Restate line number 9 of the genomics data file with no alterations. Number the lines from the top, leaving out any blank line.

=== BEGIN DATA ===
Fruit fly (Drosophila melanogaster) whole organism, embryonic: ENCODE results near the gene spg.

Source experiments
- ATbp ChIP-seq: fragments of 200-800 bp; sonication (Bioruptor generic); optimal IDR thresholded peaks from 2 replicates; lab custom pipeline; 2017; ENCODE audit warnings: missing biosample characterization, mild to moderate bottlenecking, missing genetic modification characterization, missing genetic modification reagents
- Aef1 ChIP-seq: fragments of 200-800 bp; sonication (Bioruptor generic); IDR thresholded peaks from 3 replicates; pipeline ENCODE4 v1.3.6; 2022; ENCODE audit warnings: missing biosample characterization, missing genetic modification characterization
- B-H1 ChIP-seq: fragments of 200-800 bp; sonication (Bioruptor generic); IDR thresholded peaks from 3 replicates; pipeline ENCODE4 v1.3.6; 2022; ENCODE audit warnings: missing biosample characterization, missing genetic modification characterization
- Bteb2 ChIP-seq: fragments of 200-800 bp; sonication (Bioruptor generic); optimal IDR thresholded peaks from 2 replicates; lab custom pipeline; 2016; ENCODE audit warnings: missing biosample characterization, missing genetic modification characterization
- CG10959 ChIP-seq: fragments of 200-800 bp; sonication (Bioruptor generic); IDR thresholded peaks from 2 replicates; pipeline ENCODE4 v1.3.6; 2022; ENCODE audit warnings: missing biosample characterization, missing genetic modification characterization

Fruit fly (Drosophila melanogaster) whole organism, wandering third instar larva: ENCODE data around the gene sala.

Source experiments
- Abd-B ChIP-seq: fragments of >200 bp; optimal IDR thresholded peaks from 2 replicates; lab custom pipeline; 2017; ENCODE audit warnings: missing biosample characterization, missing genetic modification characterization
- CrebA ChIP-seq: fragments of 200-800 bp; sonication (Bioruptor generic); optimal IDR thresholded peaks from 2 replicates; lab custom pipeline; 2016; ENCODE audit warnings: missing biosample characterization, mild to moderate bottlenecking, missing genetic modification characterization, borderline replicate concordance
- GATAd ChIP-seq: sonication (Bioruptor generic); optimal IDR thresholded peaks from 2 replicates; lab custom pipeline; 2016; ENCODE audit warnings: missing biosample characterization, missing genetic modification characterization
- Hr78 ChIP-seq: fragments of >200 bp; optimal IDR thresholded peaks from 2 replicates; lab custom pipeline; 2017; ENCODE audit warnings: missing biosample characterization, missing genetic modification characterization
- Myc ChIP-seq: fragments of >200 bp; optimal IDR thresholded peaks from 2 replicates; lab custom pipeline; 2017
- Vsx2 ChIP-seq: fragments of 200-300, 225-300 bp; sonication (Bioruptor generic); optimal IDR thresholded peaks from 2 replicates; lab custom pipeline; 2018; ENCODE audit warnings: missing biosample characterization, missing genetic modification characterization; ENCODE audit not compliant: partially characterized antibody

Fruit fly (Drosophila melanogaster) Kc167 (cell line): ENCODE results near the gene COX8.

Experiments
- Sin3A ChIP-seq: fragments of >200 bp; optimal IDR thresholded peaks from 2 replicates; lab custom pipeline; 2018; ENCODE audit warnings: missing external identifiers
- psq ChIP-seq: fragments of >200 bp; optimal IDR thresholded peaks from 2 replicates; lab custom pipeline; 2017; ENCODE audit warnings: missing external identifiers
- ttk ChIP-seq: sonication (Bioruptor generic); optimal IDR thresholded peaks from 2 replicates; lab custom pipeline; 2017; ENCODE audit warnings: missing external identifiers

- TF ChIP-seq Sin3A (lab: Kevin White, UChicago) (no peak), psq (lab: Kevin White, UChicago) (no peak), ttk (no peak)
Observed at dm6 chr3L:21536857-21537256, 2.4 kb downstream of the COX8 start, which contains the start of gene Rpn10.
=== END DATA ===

Source experiments